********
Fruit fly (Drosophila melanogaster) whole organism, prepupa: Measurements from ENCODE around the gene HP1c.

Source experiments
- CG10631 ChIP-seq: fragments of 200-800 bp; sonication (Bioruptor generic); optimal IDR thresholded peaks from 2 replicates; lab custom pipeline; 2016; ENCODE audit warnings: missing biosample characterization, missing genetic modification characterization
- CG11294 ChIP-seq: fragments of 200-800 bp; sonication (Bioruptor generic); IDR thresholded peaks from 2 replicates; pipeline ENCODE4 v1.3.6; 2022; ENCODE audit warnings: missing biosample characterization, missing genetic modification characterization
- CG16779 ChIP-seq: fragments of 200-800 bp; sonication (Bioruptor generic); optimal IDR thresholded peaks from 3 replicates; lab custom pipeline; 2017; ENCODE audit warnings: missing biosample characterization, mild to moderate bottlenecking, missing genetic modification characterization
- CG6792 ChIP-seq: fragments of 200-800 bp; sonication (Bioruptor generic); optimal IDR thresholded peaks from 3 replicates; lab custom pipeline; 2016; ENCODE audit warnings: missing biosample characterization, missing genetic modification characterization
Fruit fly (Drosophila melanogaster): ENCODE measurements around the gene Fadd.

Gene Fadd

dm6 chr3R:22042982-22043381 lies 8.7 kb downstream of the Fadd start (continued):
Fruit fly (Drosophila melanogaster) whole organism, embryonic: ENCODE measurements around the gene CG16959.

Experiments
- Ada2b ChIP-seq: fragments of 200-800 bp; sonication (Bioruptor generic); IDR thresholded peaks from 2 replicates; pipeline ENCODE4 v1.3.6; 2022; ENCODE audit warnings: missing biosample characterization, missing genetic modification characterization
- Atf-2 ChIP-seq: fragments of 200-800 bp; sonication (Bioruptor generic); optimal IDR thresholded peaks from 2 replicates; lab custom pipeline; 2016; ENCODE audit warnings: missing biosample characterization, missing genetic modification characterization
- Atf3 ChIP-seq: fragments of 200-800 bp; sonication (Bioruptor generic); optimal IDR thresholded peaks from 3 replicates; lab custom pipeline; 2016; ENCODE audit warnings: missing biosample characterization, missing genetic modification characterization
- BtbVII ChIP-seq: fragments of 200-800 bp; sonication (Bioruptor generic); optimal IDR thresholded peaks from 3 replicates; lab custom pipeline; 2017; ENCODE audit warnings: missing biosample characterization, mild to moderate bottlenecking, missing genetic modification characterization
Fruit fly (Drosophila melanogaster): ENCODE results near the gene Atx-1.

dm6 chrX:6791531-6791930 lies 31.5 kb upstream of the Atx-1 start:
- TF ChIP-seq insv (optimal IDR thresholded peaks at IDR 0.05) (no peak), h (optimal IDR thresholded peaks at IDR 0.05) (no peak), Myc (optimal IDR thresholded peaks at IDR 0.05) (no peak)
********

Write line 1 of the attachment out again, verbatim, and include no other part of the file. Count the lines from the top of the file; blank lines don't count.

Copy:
Fruit fly (Drosophila melanogaster) whole organism, prepupa: Measurements from ENCODE around the gene HP1c.